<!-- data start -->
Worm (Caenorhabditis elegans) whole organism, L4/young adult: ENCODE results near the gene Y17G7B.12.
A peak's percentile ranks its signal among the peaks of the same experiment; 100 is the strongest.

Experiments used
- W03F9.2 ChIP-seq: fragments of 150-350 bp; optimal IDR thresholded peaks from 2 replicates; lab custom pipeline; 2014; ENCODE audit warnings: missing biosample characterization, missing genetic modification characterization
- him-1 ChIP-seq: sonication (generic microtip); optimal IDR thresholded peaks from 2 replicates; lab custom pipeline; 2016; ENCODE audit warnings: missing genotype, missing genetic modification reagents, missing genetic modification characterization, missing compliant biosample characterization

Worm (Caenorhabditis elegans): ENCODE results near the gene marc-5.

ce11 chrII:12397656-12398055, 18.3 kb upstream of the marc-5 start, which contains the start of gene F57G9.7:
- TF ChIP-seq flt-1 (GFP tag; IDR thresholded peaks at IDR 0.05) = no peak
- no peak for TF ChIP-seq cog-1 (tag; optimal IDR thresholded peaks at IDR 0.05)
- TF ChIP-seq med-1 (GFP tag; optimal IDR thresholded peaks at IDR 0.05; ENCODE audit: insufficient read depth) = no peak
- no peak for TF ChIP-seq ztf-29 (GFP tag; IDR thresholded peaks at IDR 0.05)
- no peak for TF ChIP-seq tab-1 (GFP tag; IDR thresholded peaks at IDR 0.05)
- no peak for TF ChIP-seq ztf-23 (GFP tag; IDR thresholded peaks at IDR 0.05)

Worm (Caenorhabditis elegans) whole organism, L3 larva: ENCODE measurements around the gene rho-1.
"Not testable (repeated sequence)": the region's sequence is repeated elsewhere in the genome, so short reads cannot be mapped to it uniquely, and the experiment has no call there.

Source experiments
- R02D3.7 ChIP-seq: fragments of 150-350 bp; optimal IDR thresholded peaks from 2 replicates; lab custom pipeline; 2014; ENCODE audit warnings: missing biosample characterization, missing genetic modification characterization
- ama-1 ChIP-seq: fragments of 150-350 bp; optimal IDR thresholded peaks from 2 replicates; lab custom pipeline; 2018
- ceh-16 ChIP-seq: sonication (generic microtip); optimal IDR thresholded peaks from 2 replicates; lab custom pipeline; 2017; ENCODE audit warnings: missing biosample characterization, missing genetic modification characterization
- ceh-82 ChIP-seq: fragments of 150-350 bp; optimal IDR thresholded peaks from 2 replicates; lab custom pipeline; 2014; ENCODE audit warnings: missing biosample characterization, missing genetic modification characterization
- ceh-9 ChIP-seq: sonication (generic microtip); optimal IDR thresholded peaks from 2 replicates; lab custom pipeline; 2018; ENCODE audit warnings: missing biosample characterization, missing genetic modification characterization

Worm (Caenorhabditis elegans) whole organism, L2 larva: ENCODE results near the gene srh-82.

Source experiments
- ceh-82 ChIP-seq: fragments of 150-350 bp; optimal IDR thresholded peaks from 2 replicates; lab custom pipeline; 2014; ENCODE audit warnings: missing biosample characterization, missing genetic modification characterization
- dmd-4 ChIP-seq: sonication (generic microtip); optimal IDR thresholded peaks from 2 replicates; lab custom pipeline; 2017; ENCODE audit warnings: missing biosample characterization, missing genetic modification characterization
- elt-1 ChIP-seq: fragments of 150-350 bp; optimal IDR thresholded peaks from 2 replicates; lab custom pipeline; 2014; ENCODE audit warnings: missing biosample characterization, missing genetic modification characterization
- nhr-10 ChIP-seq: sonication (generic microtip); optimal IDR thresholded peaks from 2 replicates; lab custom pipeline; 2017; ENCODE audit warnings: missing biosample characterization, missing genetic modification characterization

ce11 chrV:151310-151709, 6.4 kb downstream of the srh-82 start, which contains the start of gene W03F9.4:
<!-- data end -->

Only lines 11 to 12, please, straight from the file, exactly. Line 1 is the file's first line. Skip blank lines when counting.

- no peak for TF ChIP-seq ztf-29 (GFP tag; IDR thresholded peaks at IDR 0.05)
- no peak for TF ChIP-seq tab-1 (GFP tag; IDR thresholded peaks at IDR 0.05)